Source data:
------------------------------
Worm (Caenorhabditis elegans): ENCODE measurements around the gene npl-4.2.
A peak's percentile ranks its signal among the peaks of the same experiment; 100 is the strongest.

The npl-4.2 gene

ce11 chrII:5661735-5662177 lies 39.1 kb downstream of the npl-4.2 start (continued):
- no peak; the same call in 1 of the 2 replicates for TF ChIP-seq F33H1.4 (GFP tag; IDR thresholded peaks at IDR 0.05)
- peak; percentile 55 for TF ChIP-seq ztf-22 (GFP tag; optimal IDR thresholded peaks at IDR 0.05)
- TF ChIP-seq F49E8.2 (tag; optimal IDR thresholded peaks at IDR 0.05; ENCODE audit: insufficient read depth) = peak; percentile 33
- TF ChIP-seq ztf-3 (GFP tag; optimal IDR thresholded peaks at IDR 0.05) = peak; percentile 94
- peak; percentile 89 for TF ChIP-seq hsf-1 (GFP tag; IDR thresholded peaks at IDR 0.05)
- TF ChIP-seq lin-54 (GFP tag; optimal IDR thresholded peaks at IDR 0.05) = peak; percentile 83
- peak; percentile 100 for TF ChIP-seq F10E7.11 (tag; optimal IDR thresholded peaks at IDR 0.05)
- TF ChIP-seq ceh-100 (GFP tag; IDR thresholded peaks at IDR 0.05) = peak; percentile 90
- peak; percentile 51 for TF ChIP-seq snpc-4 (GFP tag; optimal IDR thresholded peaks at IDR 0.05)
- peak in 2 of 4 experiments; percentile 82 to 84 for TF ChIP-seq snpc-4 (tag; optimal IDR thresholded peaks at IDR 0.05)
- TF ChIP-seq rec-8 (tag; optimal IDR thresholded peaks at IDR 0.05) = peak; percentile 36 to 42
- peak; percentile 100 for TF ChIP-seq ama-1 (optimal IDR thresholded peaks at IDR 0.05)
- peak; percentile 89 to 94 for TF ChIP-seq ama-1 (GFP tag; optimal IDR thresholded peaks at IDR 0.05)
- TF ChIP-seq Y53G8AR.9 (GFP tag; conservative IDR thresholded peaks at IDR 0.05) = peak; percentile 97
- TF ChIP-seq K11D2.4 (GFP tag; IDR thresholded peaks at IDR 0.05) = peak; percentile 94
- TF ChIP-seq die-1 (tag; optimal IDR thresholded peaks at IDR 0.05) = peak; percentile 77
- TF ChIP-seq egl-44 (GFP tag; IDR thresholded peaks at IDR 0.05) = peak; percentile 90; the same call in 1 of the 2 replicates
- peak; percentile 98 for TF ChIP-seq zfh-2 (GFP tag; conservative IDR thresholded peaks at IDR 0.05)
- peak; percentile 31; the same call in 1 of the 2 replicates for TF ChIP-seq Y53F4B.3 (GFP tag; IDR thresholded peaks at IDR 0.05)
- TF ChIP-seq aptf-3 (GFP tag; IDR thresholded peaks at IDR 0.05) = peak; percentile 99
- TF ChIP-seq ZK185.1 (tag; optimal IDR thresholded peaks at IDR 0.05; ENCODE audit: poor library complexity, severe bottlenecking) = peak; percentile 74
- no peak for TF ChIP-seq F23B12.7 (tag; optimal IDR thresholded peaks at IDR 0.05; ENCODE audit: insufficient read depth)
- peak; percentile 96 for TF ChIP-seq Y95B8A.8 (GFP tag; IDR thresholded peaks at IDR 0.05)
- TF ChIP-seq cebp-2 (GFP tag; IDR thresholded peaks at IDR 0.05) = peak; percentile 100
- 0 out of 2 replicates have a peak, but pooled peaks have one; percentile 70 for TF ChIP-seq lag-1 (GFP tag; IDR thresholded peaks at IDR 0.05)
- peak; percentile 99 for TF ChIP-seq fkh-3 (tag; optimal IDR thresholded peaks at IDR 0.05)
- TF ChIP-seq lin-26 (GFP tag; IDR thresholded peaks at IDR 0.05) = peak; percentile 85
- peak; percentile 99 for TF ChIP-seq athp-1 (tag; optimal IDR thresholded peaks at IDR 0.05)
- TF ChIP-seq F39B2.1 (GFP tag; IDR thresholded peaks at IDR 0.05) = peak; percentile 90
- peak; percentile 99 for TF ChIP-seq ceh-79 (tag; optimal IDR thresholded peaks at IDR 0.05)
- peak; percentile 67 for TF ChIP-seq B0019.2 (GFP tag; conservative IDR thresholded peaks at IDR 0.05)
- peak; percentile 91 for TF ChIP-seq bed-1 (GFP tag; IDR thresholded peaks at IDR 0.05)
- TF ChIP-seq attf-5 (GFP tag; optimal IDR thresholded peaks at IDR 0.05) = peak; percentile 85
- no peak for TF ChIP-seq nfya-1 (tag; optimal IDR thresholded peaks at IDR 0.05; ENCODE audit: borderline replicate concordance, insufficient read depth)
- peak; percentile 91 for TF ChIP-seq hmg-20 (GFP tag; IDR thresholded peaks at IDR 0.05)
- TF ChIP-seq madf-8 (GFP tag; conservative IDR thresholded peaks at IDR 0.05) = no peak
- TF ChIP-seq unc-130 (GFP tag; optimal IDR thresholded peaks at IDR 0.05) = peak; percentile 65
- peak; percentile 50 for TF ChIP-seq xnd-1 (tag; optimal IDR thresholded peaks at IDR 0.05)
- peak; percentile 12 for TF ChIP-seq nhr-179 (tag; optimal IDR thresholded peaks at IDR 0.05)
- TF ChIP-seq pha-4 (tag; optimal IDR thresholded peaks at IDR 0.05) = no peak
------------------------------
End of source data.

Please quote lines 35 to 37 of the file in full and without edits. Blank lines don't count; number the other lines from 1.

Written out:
- peak; percentile 67 for TF ChIP-seq B0019.2 (GFP tag; conservative IDR thresholded peaks at IDR 0.05)
- peak; percentile 91 for TF ChIP-seq bed-1 (GFP tag; IDR thresholded peaks at IDR 0.05)
- TF ChIP-seq attf-5 (GFP tag; optimal IDR thresholded peaks at IDR 0.05) = peak; percentile 85